In 1963, Arthur Jacobs came up with a great idea to drum up business for his Bourbon Street diner, The Clover Grill. He would host a costume contest on Mardi Gras, late in the afternoon after the Rex parade. Because the Clover Grill was located in the “gay” section of Bourbon Street, directly across from Café Lafitte in Exile (the city’s oldest gay bar), the contest drew a mostly gay crowd and featured mostly gay contestants, many of whom wore costumes from the tableau balls they had attended just days or weeks earlier. Thus The Bourbon Street Awards was born. The show soon took on a life of its own and is now in its 60th year.
In the 1960s, when closet doors were firmly shut and New Orleans was much more homophobic than it is now, Mardi Gras was the only day of the year people could legally cross-dress. Southern Decadence was years away and Mardi Gras was the premiere day each year for gay revelry in the Quarter. Unfortunately, most of those memories have been lost to history. But not all of them.
Recently, the Louisiana State Museum acquired a large and historically important group of photographic slides documenting the LGBT+ community in New Orleans from the 1950s to the 1970s. Many of those slides depict the Bourbon Street Awards.
From 1959 to 1974, a photographer named Joe Crews documented Mardi Gras in the French Quarter. Little is known of Crews other than that he served in the U.S. Navy and was a devoted photographer, shooting at Mardi Gras for several years consecutively.
Nearly all of these color slides focus on members of New Orleans’ LGBT+ community in costume on the street on Mardi Gras. Crews captured both candid images as well as posed shots of maskers in flamboyant costumes. The pride and confidence that these drag queens possessed comes through clearly in Crews’ slides.
Many other slides show identifiable members of early gay Carnival krewes, including Petronius, Amon-Ra, Armeinius, and Olympus, appearing on the street in their Ball costumes and participating in the Bourbon Street Awards. Because the slides were shot on high quality Kodak Kodachrome and Ektachrome film, they have maintained their integrity and strong colors despite their age.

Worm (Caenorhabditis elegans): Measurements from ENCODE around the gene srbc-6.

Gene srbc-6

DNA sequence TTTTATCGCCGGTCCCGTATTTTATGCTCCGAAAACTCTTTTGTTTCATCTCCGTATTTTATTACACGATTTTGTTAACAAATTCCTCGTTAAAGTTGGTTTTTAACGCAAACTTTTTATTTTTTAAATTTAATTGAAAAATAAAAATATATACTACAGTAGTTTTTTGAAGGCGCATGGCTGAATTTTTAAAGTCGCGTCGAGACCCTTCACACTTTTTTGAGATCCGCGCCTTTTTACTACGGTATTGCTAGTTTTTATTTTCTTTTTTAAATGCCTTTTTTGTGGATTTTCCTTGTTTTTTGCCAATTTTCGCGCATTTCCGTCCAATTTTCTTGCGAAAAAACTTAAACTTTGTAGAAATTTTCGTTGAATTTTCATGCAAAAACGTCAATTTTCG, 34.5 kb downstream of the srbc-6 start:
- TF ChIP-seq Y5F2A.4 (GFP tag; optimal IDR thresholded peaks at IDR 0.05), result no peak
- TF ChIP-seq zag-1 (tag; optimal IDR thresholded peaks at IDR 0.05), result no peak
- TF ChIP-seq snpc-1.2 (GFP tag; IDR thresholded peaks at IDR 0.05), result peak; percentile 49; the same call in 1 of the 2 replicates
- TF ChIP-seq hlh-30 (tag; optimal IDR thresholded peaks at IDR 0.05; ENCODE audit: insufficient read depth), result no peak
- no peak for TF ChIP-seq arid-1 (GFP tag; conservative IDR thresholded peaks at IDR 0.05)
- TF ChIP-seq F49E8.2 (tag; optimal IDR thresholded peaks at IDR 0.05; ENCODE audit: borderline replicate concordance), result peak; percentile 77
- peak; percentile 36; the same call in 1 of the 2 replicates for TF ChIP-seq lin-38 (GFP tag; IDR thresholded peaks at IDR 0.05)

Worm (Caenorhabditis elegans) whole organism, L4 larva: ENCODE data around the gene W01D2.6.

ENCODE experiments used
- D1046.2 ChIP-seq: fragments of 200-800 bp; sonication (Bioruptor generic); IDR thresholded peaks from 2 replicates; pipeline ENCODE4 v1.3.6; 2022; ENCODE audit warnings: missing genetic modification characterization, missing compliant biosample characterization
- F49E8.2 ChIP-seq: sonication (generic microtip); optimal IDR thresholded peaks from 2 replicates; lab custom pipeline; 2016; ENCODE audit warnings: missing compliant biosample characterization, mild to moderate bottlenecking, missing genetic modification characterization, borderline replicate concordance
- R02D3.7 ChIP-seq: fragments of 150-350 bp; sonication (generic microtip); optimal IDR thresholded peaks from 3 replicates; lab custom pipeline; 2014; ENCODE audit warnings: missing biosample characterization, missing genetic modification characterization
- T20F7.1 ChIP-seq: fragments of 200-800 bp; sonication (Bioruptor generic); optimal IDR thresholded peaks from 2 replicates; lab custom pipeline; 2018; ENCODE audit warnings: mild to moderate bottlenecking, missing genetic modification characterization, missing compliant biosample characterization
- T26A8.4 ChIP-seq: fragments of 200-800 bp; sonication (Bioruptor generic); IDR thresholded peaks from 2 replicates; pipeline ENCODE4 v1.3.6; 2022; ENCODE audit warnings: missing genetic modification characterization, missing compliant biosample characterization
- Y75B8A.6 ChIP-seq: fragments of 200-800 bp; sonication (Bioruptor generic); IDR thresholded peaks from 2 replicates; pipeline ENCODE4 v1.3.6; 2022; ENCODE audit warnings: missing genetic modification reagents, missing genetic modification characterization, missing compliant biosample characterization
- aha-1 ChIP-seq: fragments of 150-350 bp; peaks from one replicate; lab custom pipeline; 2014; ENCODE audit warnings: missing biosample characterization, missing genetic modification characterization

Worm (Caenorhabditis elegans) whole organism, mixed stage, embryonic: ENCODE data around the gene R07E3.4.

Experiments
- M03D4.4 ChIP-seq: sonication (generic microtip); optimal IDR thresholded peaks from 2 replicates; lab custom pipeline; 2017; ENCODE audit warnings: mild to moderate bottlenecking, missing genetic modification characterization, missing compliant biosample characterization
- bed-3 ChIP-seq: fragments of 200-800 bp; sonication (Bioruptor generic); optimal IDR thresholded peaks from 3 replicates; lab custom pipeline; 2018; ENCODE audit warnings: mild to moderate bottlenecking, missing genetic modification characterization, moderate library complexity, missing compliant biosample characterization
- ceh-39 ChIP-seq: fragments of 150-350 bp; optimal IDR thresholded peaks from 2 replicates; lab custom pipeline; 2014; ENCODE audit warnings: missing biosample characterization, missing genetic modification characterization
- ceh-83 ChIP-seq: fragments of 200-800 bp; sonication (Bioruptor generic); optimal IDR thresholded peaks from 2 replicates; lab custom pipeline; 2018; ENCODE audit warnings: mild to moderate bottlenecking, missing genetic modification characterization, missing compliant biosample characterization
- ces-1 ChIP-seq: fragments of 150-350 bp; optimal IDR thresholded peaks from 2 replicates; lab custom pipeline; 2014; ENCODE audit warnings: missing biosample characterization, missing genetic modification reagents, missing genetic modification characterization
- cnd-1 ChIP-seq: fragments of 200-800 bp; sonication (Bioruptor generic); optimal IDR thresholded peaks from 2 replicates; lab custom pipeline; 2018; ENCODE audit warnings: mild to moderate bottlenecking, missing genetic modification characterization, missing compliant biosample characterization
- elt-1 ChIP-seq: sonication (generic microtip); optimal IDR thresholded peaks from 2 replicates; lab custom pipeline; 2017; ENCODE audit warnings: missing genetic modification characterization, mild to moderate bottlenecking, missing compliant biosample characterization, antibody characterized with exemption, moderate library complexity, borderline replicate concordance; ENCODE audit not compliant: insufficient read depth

The collection’s cultural and historical value as a whole is enormous; some of the individual slides are highly desirable. Consider for example the 1971 photograph of Nick Donovan and Gene Cheatham at the Bourbon Street Awards in their costumes as King Arthur and Queen Guinevere, which they debuted at the Krewe of Olympus’ premiere ball whose theme was “Camelot.” Wayne Phillips, Curator of the State Museum’s Carnival Collection notes, “Anything from the famous Camelot ball is very exciting.”
Gay Carnival historian Howard P. Smith observes, “The mere mention of the word Camelot within the secretive realm of gay Carnival still evokes a sense of wonder, magic, awe, and ultimately envy. No tableau ball has excited more passion or praise.”
There is also a slide dated 1971 of Lee Brewster from New York City, who brought tour groups of transgender visitors to Mardi Gras for several years. Brewster is depicted wearing a body-length fishnet bedecked with rhinestones along with purple gloves and a headpiece of purple feathers and plumes.
Eventually, the Crews collection of over 800 slides came into the possession of Sean Dillard. After acquiring the Crews collection, Dillard, an eBay seller based in San Diego, began selling the slides individually in the $5-15 range depending on the content of the slide. He had sold about 75 of the slides in the last couple of years when the photographs caught the attention of Phillips.
Phillips recalls, “Once I showed interest in acquiring the entire collection of slides, Dillard delisted them from eBay and offered to hold them for the Louisiana State Museum until we determined if we would be able to acquire them. He was very enthusiastic about keeping the collection intact and allowing the Museum to acquire them so that they can be shared and made available for research and publication.”
The price for the entire collection of 820 slides was $4,000, roughly just under $5 per slide. With the State Museum’s budget being stretched as it always is, Phillips began searching for grants and outside sources of funding to purchase the collection. Ultimately, the purchase was underwritten by the LGBT+ Archives Project of Louisiana, the Friends of the Cabildo, William A. and Elijah B. Hagler, the Louisiana Museum Foundation, and the Louisiana State Museum.
Under the leadership of curator Phillips, the State Museum has a long history of documenting and preserving gay Carnival. The museum’s Carnival collection includes gay Carnival Ball costumes (Phillips doubles as the Curator of Costumes and Textiles), video footage of Carnival balls, invitations and programs from balls, minutes and notes from krewe meetings, and other memorabilia. In 2019 and 2020, the State Museum hosted an exhibit at the Presbytere called “Grand Illusions: The History and Artistry of Gay Carnival in New Orleans.” That exhibit was also funded, in part, by the LGBT+ Archives Project of Louisiana.
The Joe Crews collection is currently being digitized and will eventually be made available to the public.